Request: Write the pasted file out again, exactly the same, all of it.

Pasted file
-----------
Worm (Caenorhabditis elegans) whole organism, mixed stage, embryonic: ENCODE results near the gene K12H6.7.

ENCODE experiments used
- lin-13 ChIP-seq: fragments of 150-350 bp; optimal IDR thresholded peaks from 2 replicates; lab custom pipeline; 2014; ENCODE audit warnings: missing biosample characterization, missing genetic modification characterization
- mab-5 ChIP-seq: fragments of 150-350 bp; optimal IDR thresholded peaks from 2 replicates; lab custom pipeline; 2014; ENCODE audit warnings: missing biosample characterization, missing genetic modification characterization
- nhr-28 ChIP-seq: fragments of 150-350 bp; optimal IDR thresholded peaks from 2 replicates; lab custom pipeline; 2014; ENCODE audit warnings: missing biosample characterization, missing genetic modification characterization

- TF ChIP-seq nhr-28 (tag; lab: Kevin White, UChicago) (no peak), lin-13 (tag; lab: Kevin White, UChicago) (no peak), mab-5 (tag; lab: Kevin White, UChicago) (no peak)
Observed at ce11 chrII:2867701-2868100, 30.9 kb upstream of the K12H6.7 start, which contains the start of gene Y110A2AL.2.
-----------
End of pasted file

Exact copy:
Worm (Caenorhabditis elegans) whole organism, mixed stage, embryonic: ENCODE results near the gene K12H6.7.

ENCODE experiments used
- lin-13 ChIP-seq: fragments of 150-350 bp; optimal IDR thresholded peaks from 2 replicates; lab custom pipeline; 2014; ENCODE audit warnings: missing biosample characterization, missing genetic modification characterization
- mab-5 ChIP-seq: fragments of 150-350 bp; optimal IDR thresholded peaks from 2 replicates; lab custom pipeline; 2014; ENCODE audit warnings: missing biosample characterization, missing genetic modification characterization
- nhr-28 ChIP-seq: fragments of 150-350 bp; optimal IDR thresholded peaks from 2 replicates; lab custom pipeline; 2014; ENCODE audit warnings: missing biosample characterization, missing genetic modification characterization

- TF ChIP-seq nhr-28 (tag; lab: Kevin White, UChicago) (no peak), lin-13 (tag; lab: Kevin White, UChicago) (no peak), mab-5 (tag; lab: Kevin White, UChicago) (no peak)
Observed at ce11 chrII:2867701-2868100, 30.9 kb upstream of the K12H6.7 start, which contains the start of gene Y110A2AL.2.